HAWAII COUNTY POLICE DEPARTMENT
OFFICE OF THE POLICE CHIEF
MAY 15, 2002
|MEMORIAL DAY CEREMONIES-Three of the major speakers at the Peace Officers’ Memorial Day ceremonies listen intently to others. They are, from left, Police Commission Chairman Wilfred Okabe, Mayor Harry Kim and Police Chief James S. Correa.|
The Hawaii County Police Department and friends took time out Wednesday (May 15, 2002) to honor the more than 14,000 U.S. law enforcement officers, including three from the Big Island, who have died in the line of duty.
The officers were remembered during the 40th annual Peace Officers Memorial Day ceremonies, held at the Hilo Police Headquarters.
“The importance of a police officer’s job has never been more apparent,” said Police Chief James S. Correa, one of the speakers.
Taking note of the events of September 11, 2001, when terrorists crashed two commercial airliners into the twin towers of the New York World Trade Center, Correa said he once heard a police officer say “the last line of defense between democracy and chaos is the police.”
“Again, the evidence of this statement is very apparent,” he said.
“Today, law enforcement is engaged in the largest criminal investigation ever conducted; military actions against terrorist strongholds are being taken; and new procedures and legislation are being enacted.”
“As police officers, it is important for us to serve as leaders in our community to stem off any fears caused by terrorism,” he said.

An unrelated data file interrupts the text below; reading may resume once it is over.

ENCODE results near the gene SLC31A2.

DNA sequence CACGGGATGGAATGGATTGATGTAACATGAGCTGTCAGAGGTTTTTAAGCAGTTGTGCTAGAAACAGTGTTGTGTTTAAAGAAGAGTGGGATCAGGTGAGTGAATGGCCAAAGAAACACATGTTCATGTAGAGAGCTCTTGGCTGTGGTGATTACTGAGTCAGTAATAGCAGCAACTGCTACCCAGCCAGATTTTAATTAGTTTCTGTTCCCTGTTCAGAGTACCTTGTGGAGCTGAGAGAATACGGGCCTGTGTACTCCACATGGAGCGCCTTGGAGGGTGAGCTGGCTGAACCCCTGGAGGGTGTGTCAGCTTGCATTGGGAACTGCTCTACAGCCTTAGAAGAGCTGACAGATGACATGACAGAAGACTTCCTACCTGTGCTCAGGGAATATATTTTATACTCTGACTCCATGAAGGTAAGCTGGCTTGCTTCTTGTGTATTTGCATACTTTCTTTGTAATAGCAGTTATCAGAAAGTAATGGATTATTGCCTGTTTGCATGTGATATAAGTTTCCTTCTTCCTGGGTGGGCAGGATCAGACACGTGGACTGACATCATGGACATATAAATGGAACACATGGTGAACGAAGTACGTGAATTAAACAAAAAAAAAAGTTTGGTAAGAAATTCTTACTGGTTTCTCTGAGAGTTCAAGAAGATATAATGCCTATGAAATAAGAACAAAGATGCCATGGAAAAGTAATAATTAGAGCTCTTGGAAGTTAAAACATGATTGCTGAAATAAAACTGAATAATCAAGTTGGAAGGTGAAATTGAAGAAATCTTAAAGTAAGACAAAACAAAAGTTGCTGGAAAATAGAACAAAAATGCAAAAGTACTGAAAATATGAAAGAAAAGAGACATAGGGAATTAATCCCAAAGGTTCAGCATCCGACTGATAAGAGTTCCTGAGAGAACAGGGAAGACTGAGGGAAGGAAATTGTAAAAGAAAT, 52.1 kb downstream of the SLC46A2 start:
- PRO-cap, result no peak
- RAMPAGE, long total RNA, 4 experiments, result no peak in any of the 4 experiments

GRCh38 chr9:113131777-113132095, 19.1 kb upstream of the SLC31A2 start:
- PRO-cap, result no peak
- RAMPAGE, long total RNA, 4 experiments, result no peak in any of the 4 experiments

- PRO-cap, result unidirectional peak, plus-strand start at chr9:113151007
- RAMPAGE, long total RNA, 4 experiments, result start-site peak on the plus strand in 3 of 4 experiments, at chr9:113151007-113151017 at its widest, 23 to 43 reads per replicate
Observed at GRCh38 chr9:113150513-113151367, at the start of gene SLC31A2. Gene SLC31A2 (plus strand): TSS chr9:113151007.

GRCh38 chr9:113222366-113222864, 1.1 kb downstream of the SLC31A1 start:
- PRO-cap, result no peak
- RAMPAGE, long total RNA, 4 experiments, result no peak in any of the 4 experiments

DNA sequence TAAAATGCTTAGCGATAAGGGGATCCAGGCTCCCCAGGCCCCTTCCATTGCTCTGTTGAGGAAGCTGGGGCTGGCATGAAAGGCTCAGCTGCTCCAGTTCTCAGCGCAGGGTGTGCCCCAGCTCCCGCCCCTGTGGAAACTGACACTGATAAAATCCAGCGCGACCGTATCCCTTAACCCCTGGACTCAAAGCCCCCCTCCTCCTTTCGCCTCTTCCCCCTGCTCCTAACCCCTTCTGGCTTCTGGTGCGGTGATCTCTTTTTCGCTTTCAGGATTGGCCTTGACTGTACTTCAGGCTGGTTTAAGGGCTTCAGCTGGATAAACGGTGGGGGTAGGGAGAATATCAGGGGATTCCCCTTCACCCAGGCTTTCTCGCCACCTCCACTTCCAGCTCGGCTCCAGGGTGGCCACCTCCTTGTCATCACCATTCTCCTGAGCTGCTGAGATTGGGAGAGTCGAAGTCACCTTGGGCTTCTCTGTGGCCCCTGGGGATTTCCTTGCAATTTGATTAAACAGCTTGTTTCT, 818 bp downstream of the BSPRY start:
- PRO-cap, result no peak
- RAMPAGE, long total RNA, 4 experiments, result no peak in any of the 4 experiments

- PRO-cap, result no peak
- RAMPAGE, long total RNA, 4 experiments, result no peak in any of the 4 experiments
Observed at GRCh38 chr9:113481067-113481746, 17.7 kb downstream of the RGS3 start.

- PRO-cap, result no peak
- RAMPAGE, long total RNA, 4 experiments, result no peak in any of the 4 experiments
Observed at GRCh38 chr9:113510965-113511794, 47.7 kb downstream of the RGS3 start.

Correa thanked the officers under his command “for the invaluable service you provide.”
“Day to day, you make some incredible sacrifices,” he said. “At times, the public needs to understand that being a police officer is more than an occupation, but rather reflects the manner in which an officer is required to live.”
Mayor Harry Kim noted that police officers are frequently resented for “simply doing their job.”
When you see a police officer on the side of the road writing out a ticket for an errant motorist, Kim told the crowd, remember that the officer is doing so not to harass the motorist, but to serve and protect the public.
Wilfred Okabe, chairman of the Hawaii County Police Commission noted that the late President John F. Kennedy in 1962 proclaimed May 15 of each year as Peace Officers’ Memorial Day to honor the more than 14,000 law enforcement officers in the United States who have died in the line of duty.
“So today, it is fitting we meet here to honor three Hawaii County police officers who have died in the line of duty,” he said. “They are Officer Manuel Cadinha, who lost his life in 1918; Office Ronald ‘Shige’ Jitchaku, who was killed in 1990; and Officer Kenneth Keliipio, who died in 1997.”
Major Morton A. Carter, master of ceremony for the event, noted that 70 law enforcement officers died during the terrorist attacks of September 11.
“Like the officers who have died in the line of duty for Hawaii County, they will never be forgotten, for it is not how these officers died that makes them ‘heroes,’ it is how they lived.”
Other speakers at the ceremonies included former County Councilman Takashi Domingo, who represented County Council Chairman James Arakaki as special assistant to the Hawaii County Council.
Among those providing entertainment at the event were the Retired Senior Volunteer Program, “Keola Pono No Na Kupuna”; the Hilo High School Viking Band; the D.A.R.E. Cheerleaders; and Unis Nunu, a Pahoa High School student.
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